I think I tore my Achilles tendon, now what?
The Achilles tendon is that long, thick tendon at the back of your ankle that helps you propel yourself forward when walking and jumping. It is the strongest tendon in your entire body, but being the strongest tendon does not prevent it from getting injured. Partial or complete tears of this tendon can occur.
There are three things that most commonly lead to rupture. The most common is your weekend warrior who experiences muscle fatigue quickly leading to injury. Use of quinolone antibiotics like ciprofloxacin can also weaken the tendon. Finally, injection of steroids in close proximity to the tendon can also lead to injury.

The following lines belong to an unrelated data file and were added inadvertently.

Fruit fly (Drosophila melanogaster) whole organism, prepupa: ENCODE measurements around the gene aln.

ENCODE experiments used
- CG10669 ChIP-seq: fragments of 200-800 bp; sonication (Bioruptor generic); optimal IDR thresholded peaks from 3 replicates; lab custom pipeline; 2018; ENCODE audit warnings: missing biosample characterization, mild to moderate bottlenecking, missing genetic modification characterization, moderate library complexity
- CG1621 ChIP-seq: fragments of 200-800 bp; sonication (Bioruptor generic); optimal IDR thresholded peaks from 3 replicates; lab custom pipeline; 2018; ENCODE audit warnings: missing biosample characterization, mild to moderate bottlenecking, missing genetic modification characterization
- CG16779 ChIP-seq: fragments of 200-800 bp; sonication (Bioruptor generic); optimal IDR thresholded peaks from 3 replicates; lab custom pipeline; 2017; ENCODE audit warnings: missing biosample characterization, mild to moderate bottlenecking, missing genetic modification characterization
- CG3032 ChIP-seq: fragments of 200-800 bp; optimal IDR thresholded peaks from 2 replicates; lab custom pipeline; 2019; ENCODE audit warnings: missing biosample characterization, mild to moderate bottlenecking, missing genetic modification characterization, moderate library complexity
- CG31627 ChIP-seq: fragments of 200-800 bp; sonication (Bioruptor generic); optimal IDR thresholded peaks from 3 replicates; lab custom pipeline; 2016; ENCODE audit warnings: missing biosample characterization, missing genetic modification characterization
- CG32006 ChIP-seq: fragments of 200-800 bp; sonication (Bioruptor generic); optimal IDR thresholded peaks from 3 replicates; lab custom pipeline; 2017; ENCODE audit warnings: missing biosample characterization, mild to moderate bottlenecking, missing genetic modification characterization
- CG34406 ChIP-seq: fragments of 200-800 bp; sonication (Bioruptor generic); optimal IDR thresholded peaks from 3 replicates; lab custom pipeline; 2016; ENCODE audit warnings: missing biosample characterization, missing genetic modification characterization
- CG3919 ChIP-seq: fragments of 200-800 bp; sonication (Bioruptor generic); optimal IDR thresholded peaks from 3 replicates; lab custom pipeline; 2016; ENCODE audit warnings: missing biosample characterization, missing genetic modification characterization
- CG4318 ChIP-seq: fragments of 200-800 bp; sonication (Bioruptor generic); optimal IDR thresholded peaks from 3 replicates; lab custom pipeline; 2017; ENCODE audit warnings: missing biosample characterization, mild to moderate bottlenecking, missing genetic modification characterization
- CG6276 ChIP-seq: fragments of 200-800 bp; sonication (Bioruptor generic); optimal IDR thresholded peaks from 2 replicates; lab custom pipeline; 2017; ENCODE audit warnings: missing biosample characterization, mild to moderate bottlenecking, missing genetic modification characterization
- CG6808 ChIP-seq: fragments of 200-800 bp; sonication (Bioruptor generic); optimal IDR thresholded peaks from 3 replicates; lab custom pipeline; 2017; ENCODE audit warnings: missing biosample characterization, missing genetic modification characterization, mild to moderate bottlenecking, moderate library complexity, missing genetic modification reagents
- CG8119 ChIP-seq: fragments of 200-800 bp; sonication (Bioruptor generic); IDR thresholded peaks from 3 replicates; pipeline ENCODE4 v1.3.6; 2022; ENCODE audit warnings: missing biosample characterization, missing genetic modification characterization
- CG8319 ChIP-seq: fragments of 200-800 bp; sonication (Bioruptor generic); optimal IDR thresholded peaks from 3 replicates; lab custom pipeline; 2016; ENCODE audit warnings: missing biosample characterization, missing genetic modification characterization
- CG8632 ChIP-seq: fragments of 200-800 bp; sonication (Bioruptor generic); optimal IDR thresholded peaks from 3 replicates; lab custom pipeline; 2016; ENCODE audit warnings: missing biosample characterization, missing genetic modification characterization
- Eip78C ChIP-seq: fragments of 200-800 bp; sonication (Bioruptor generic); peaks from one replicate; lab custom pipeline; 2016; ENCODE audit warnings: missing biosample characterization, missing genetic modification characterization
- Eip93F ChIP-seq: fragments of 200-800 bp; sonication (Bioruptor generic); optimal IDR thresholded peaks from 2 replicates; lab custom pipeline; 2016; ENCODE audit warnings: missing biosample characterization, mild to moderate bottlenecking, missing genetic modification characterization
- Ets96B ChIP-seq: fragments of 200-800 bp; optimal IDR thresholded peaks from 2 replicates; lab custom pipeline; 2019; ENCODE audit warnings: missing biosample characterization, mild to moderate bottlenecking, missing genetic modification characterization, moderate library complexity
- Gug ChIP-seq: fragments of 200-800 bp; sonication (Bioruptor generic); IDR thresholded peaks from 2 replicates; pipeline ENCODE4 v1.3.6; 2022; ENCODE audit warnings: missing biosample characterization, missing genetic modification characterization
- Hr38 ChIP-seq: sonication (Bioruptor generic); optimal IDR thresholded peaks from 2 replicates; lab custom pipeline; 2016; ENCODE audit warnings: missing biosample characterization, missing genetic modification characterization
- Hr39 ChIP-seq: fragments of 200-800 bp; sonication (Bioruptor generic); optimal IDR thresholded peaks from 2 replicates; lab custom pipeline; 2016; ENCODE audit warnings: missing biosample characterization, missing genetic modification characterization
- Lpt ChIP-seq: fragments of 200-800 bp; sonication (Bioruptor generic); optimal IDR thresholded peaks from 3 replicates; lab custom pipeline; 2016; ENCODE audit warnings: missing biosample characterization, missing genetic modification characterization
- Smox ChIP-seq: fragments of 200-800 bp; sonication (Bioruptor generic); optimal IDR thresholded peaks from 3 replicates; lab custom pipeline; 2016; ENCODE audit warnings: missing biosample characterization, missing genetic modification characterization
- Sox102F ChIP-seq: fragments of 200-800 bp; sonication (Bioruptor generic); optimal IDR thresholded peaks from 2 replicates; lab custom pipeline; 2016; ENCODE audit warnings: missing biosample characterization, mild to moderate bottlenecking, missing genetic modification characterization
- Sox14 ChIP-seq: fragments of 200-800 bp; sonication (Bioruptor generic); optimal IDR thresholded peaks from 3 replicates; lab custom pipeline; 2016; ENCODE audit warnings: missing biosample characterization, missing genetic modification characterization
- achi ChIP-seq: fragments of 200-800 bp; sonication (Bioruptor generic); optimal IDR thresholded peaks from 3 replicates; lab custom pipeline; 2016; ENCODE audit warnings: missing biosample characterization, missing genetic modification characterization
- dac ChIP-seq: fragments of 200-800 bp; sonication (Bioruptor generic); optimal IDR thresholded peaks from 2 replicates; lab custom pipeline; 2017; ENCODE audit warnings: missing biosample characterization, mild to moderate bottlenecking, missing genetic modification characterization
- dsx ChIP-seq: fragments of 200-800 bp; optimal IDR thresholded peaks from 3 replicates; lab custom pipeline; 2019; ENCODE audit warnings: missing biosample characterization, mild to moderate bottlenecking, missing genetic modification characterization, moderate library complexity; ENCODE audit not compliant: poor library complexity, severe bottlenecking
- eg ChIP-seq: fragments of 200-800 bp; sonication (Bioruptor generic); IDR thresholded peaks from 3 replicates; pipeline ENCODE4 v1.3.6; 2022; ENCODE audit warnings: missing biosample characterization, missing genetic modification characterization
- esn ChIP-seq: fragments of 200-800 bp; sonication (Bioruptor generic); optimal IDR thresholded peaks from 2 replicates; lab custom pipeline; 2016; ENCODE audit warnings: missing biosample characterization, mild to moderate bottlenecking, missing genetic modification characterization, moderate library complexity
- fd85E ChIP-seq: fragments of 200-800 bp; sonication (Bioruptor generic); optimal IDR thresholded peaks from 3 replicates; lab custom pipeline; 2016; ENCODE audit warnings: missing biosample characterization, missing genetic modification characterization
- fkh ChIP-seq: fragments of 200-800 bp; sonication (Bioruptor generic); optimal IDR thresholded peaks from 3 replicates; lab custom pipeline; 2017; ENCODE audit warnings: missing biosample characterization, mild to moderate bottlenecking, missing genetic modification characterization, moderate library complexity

Tears occur when we rapidly push on our foot, like jumping quickly, or when making a rapid change of direction. The injury feels like a sudden kick to the back of the ankle and often you can even hear an audible snap. Initially the injury can be very painful but after a few days pain usually improves and may not be painful at all, but walking is very difficult.
Treatments can include placement in a below the knee cast, but more frequently surgical repair is indicated to re-approximate the ruptured ends allowing for a faster return to normal activities and reduced risk of re-rupture in the future. Unfortunately, if left untreated it can result in weakness of the calf muscle and instability when walking.
If you have any symptoms of an Achilles tendon rupture, you should contact our office for evaluation and treatement options.